PESHAWAR: Experts on Afghan affairs and Afghan Taliban sources suggest Mullah Yaqoob, son of late Taliban commander Mullah Omar, is likely to lead the militant group following the reported death of Afghan Taliban chief Mullah Akhtar Mansour in a US drone strike — but the process will take time.
Mansour was reportedly killed in a drone strike in Balochistan near the Pak-Afghan border. US has claimed the killing but Islamabad has not officially confirmed that the man targeted in the air strike was the Taliban chief.
"It would be very difficult for the Taliban council to elect any leader unopposed, as several factions exist within the group," a former ISI officer, Brigadier (retd) Mehmood Shah, told DawnNews.
Mehmood Shah claimed that selection of the new Taliban leader will not be an easy task this time. "Mansour was very close to Mullah Omer and ran the movement secretly for two years in the absence of Omer," he added.
It was due to Mansour's experience and planning that even United States could not find that Mullah Omer had died, said Shah.
Currently, the four possible nominees before the Taliban central council for the slot of Taliban chief are that of Mansour's trustworthy aide Sirajuddin Haqqani, Mansour's adviser on political affairs Mullah Hebatullah, Mullah Omer's brother Mullah Abdul Manan and Omar's son Mullah Yaqoob.
"Sirajuddin Haqqani will face resistance since he runs his own group (Haqqani group), though he merged it with Taliban some factions within Taliban still do not consider it their part," said Rustam Shah Mohmand, the former ambassador to Afghanistan.
The former diplomat, however, denied the impression that Mullah Mansour was against the peace process initiated by the Quadrilateral Coordination Group (QCG).
"He never refused to participate in the peace process as negotiations in Europe, Russia ,China and Murree took place under his leadership," said Mohmand.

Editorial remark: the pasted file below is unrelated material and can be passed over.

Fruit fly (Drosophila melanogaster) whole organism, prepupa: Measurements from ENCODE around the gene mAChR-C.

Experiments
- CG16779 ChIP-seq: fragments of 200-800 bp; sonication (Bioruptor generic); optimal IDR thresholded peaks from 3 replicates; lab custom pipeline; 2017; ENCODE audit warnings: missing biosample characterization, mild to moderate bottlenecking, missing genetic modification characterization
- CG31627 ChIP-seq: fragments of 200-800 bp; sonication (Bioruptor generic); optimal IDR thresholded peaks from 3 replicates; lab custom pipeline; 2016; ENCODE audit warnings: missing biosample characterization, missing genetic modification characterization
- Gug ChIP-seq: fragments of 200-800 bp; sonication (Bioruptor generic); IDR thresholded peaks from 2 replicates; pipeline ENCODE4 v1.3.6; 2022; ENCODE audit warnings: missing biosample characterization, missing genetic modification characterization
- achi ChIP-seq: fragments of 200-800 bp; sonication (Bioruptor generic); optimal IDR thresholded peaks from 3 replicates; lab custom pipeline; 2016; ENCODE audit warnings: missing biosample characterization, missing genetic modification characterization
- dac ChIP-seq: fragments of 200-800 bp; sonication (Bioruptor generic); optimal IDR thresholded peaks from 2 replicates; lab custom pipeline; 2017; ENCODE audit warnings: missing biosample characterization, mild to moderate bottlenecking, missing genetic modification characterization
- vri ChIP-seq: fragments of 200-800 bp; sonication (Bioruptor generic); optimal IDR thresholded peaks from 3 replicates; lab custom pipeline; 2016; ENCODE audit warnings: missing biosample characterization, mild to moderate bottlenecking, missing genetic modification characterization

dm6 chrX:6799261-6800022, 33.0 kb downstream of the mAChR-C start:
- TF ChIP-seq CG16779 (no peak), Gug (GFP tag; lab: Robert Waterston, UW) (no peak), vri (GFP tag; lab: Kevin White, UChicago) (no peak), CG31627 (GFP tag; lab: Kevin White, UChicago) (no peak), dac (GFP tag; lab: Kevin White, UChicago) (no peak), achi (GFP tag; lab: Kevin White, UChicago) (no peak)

"Mullah Omar's son, Yaqoob is reportedly acceptable to all Taliban factions, Mullah Rasool faction has already hinted that they could rejoin the mainstream Afghan Taliban group if Yaqoob is chosen the new leader," said Rahimullah Yusufzai, analyst and expert on Afghan affairs.
Sources within Taliban circles also suggest that Yaqoob will be their new leader as majority of Taliban leaders will favour his ascend to the slot.
In the absence of a chief, Mansour's advisers Siraj uddin Haqani and Mullah Haibatullah are running the Afghan Taliban movement.
Mansour's selection and grouping within Taliban
Mansour was declared Taliban leader on July 31, 2015, after the militant group confirmed the death of Mullah Omar, who led the movement for about two decades.
But splits immediately emerged in the group, with some top leaders refusing to pledge allegiance to Mansour, saying the process to select him was rushed and even biased.
A breakaway faction of the Taliban led by Mullah Mohamed Rasool was formed at that time, which was reportedly the first formal division in the once-unified group.
Since his takeover of the movement, Mansour battled other Taliban commanders. He eventually enlisted the powerful semi-independent faction known as the Haqqani network to cajole important commanders back into the fold and promised positions on the leadership council to entice Omar's family to his side.
So divisive was Mansour's rise to the leadership of the Taliban that at the meeting announcing his ascendancy, several of the movement's top commanders stormed out, according to one Taliban official familiar with the proceedings, but who didn't want to be identified because of orders not to speak independently to the media.
Tayyab Aga, a close ally of Omar and a former peace negotiator on behalf of the Taliban, refused to swear allegiance to Mansour. In a statement following the announcement that Omar had died two years earlier, Aga accused Mansour of hiding the founder's death in order to secure his power at the helm.
Meanwhile Mansour set about trying to buttress his position, appointing as his vice-president, Sirajuddin Haqqani, the head of the Haqqani network, which is considered by both Afghanistan and the United States as the strength behind the Taliban.
Bringing in the Haqqanis added both manpower and military sophistication to the Taliban operations. Mansour also gave Mullah Omar's son and brother positions on the leadership council.
It took several months and bloody battles inside Afghanistan between warring Taliban factions before a semblance of unity was brought to the movement.
Under the guiding hand of Haqqani, several key commanders agreed to support Mansour, but some also made their support conditional ─ demanding Mansour reveal the circumstances around Mullah Omar's death.